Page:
Predictive-text technology developer Eatoni Ergonomics has asked the US District Court of Northern Texas to ban Research in Motion (RIM) from selling its Blackberry 7100 smart-phone family, claiming the devices violate the small company's intellectual property rights.
The legal battle has been brewing since April when Eatoni was granted patent number 6,885,317, but kicked off in earnest this week following a skirmish between the two companies over where the lawsuit will be heard. New York-based Eatoni wanted the case heard locally; RIM favoured Texas; RIM prevailed.
Eatoni claims patent 6,885,317 - "touch-typable devices based on ambiguous codes and methods to design such devices" - covers text entry on small form-factor keypads that intelligently emulate a QWERTY keyboards. Mobile-phone owners who use the T9 system will be familiar with the idea, but Eatoni's dictionary-less, language-agnostic approach is significantly better. We know, we've tried it. So have plenty of cordless phone users - Eatoni's technology has been licensed to quite a few DECT-handset makers. You can try it yourself, here.
RIM's 7100 devices, codenamed 'Charm', launched a year ago and introduced a new predictive text-entry system, dubbed SureType, which allowed the company to squeeze a QWERTY keyboard onto the devices, which are much narrower than its trademark full QWERTY units.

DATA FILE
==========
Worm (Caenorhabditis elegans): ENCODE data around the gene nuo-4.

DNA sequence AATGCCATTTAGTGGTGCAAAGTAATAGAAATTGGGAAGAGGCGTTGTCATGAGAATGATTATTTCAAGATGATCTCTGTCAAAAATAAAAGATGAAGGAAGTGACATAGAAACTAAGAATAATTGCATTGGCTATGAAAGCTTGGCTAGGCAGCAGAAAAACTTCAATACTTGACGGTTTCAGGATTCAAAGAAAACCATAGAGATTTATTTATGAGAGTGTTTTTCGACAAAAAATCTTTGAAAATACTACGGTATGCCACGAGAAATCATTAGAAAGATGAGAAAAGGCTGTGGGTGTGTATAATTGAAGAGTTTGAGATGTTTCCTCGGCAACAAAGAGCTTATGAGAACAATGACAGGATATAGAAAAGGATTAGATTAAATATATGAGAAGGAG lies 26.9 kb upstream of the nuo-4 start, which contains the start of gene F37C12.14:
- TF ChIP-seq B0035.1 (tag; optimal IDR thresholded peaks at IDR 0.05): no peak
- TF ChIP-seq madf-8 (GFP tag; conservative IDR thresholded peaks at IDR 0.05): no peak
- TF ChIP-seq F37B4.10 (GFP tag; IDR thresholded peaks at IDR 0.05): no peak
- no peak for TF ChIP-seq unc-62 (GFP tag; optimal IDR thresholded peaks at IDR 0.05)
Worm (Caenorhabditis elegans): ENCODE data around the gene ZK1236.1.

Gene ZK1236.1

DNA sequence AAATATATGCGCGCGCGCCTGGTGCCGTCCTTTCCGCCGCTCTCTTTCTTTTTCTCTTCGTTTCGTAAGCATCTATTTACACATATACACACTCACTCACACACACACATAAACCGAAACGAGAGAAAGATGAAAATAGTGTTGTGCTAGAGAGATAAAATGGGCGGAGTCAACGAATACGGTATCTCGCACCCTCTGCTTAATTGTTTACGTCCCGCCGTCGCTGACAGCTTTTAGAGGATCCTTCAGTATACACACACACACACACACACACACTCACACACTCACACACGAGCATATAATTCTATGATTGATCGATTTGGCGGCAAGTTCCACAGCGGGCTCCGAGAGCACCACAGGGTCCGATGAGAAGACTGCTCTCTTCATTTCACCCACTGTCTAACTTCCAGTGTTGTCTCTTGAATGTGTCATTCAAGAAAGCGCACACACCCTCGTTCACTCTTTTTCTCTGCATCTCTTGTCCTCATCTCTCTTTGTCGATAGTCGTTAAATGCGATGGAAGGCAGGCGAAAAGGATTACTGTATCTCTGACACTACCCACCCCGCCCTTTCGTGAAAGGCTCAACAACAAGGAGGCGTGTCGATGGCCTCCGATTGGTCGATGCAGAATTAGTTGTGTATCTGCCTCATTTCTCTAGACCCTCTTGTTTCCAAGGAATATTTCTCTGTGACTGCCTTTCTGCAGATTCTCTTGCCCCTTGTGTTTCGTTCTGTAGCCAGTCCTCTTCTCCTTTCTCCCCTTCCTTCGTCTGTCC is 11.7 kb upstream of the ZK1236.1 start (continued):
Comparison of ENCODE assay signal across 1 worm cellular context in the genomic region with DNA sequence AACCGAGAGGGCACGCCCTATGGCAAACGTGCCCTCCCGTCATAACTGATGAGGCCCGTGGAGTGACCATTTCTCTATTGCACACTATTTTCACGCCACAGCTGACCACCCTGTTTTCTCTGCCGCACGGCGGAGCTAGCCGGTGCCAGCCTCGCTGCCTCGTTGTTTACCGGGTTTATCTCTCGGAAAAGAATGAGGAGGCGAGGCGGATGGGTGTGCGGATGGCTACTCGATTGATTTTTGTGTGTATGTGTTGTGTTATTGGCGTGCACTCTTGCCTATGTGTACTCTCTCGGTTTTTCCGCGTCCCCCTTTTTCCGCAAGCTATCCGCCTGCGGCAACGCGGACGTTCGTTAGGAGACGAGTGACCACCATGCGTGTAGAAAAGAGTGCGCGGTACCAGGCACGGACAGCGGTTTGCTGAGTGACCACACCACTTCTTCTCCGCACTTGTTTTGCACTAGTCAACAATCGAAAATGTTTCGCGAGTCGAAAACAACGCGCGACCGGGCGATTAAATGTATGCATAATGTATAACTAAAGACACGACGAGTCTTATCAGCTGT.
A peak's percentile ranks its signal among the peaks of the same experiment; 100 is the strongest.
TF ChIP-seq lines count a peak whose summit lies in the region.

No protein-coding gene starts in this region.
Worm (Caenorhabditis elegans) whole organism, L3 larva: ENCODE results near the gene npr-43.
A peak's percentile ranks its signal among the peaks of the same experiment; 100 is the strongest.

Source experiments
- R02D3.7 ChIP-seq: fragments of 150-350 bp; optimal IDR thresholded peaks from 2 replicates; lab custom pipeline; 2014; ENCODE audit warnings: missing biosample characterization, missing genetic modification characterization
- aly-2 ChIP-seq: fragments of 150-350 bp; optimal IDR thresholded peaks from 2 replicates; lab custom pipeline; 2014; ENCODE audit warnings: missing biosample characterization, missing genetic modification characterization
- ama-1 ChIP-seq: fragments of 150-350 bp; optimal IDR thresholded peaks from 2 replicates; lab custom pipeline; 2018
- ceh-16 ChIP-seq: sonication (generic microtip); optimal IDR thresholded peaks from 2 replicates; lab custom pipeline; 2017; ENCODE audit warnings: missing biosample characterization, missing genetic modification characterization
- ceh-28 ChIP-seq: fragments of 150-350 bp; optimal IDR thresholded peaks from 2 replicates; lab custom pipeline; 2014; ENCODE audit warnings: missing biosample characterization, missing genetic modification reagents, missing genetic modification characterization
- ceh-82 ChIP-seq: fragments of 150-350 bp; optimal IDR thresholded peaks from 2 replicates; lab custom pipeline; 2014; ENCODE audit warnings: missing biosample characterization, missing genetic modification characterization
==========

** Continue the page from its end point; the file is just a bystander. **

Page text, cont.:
That, claims Eatoni, falls slap bang within in the remit of its patent. When The Register spoke to Eatoni CEO Howard Gutowitz in July, he said the firm has alerted RIM to the alleged infringement and approached the push email giant with a view to licensing its technology. RIM, it appears, ultimately rejected its overtures.
RIM's response has been to claim Eatoni's patent is invalid for a number of reasons, including lack of novelty, Eatoni said.
A RIM spokesperson told The Register the company did not comment on pending litigation.
RIM - aka Lawsuits in Motion - remains locked in a legal battle with US patent holding company NTP over the latter's mobile email intellectual property. Last month, the US Court of Appeal struck off a number of claims made by NTP against RIM, but reaffirmed lower court decisions based on other claims. From the original 16 claims made by NTP against RIM only seven now remain, while a recent US Patents and Trademark Office revocation of a number of NTP's patents is likely to reduce that to five. ®